Recall of Duty
Yet that's not to say that the game isn't bold or experimental - in fact, it has just as many brave ideas packed into its slick campaign and expansive multiplayer component as last year's Call of Duty: Black Ops.
There is also the added bonus that the story has been helped along by award-winning film-writer and self-proclaimed "zen anarchist" John Milius, so it may actually make sense, and is at least unlikely to repeat Black Ops' approach of doing a clever plot twist then ramming it down your throat 14 times in a row with successive cut-scenes.
In the near future, according to the campaign, Korea is united under the control of the North and has invaded and occupied the USA, which is somewhat down on its luck (unless of course this is what Obama had in mind when he promised change).
You take up the role of an ordinary US citizen thrown into extraordinary circumstances as part of a ragtag resistance movement. Stifled and terrified communities cling desperately to the last vestiges of defiance even as tanks roll through their streets and their doom or total servitude seems inevitable.
Half-Life of Honor
If it all sounds a bit Half-Life 2, that's quite deliberate - and the storytelling methods used by developer Kaos Studios owe a lot to the granddaddy of science-fiction first-person shooters.
For instance, in one scene a child is forced to watch as his parents are gunned down - but you are not forced to watch this horrible event take place, and instead you see the child's reaction. It's an unsubtle tug on your heartstrings, but it's done with more subtlety than, say, Modern Warfare 2's airport massacre. Remember, no rubbish.
The action itself though, when guns start blazing, is closer to Medal of Honor than Call of Duty. You still find yourself ducking over iron sights close-ups and moving through beautifully ramshackle environments while set-pieces unfold around you (and in a nice touch they do unfold around you - the events adapt based on your position in the environment rather than requiring you to stand in a certain position).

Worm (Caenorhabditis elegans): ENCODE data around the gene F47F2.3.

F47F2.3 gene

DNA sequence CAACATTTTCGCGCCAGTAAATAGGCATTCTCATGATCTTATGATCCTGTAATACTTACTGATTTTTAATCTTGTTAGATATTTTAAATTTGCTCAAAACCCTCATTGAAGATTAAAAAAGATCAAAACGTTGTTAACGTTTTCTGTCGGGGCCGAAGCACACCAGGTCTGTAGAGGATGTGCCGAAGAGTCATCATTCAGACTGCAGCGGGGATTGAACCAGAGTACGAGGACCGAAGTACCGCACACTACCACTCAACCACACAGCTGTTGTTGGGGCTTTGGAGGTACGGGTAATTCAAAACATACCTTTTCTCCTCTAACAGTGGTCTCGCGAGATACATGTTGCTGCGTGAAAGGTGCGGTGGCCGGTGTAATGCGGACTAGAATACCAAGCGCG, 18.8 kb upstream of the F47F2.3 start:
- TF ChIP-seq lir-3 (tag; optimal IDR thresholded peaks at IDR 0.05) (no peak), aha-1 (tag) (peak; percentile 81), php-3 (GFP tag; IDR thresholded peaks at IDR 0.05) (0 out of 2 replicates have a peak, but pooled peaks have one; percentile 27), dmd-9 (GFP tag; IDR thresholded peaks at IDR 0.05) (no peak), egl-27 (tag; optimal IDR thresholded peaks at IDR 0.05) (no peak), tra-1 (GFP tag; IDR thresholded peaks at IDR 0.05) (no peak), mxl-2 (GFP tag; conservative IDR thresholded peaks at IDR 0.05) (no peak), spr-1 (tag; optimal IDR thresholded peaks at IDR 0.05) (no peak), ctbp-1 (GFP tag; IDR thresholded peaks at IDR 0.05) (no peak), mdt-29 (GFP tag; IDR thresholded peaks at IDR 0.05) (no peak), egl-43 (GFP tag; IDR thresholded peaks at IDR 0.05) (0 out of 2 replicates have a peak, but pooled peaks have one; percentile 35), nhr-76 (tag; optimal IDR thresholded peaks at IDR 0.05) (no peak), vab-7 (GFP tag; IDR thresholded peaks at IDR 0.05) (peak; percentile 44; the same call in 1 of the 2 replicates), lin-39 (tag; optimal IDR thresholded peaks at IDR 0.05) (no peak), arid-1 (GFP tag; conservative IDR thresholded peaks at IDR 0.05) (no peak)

But it feels more military and there are more toys - like drones, both in the sky and on the ground, which are the legacy of Kaos Studios' last outing, Frontlines: Fuel of War.
A new battlefield
In multiplayer, the drones really come to the fore. Modes like team deathmatch and Ground Control (think capture-and-hold but with changing objectives) are initially dominated by the buzz and whir of flying death machines overhead and rumbling vehicles on the ground.
Players can use the game's rather clever Battle Points currency, awarded for kills and positive actions, to buy single-use drones, which they can remote-control while hiding behind a bush or rock. For them, the game becomes a question of racking up as many low-value kills as possible before someone picks them off; for the molested parties on the ground it becomes a case of hunting down the vulnerable operator and taking him out.
Command and conquer
Another neat trick is called Battle Commander. Rather than simply leaving players to their own devices and hoping they complete any shared objectives, Battle Commander doles out specific tasks relevant to the ongoing battle.
For example, if an enemy sniper is on a hot streak, players on the other side may receive instructions to locate and take him out, along with rough coordinates for his location. Completing basic Battle Commander missions gives you access to more difficult ones, and the rewards pile on the harder they get - while you also become a bigger prize for any prowling opposition players.